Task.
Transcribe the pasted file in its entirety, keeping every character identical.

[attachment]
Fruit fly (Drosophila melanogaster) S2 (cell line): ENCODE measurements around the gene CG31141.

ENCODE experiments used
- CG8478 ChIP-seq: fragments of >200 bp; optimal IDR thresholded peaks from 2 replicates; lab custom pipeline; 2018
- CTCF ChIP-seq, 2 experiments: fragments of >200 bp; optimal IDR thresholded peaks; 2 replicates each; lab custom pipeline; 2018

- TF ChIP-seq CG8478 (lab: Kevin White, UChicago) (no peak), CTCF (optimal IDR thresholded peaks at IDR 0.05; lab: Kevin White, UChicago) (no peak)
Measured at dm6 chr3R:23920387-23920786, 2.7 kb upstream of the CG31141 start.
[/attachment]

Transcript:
Fruit fly (Drosophila melanogaster) S2 (cell line): ENCODE measurements around the gene CG31141.

ENCODE experiments used
- CG8478 ChIP-seq: fragments of >200 bp; optimal IDR thresholded peaks from 2 replicates; lab custom pipeline; 2018
- CTCF ChIP-seq, 2 experiments: fragments of >200 bp; optimal IDR thresholded peaks; 2 replicates each; lab custom pipeline; 2018

- TF ChIP-seq CG8478 (lab: Kevin White, UChicago) (no peak), CTCF (optimal IDR thresholded peaks at IDR 0.05; lab: Kevin White, UChicago) (no peak)
Measured at dm6 chr3R:23920387-23920786, 2.7 kb upstream of the CG31141 start.